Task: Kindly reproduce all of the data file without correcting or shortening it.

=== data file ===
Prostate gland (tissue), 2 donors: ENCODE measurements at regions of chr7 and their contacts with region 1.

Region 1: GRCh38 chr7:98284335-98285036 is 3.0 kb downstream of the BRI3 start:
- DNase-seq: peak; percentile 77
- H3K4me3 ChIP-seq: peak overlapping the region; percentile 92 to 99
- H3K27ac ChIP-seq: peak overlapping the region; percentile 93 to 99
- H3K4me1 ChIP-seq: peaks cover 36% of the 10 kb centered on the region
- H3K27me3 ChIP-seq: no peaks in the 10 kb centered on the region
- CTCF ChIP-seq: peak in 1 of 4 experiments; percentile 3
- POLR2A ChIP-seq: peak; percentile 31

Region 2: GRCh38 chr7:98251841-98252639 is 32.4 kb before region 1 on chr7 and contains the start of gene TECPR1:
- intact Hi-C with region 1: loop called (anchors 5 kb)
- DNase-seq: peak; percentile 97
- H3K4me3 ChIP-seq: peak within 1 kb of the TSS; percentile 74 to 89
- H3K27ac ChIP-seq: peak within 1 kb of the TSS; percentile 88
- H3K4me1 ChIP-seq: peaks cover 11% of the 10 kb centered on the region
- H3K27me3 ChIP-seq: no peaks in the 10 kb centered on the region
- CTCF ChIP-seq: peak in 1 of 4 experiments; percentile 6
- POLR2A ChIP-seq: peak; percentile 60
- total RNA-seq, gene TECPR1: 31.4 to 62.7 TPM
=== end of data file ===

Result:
Prostate gland (tissue), 2 donors: ENCODE measurements at regions of chr7 and their contacts with region 1.

Region 1: GRCh38 chr7:98284335-98285036 is 3.0 kb downstream of the BRI3 start:
- DNase-seq: peak; percentile 77
- H3K4me3 ChIP-seq: peak overlapping the region; percentile 92 to 99
- H3K27ac ChIP-seq: peak overlapping the region; percentile 93 to 99
- H3K4me1 ChIP-seq: peaks cover 36% of the 10 kb centered on the region
- H3K27me3 ChIP-seq: no peaks in the 10 kb centered on the region
- CTCF ChIP-seq: peak in 1 of 4 experiments; percentile 3
- POLR2A ChIP-seq: peak; percentile 31

Region 2: GRCh38 chr7:98251841-98252639 is 32.4 kb before region 1 on chr7 and contains the start of gene TECPR1:
- intact Hi-C with region 1: loop called (anchors 5 kb)
- DNase-seq: peak; percentile 97
- H3K4me3 ChIP-seq: peak within 1 kb of the TSS; percentile 74 to 89
- H3K27ac ChIP-seq: peak within 1 kb of the TSS; percentile 88
- H3K4me1 ChIP-seq: peaks cover 11% of the 10 kb centered on the region
- H3K27me3 ChIP-seq: no peaks in the 10 kb centered on the region
- CTCF ChIP-seq: peak in 1 of 4 experiments; percentile 6
- POLR2A ChIP-seq: peak; percentile 60
- total RNA-seq, gene TECPR1: 31.4 to 62.7 TPM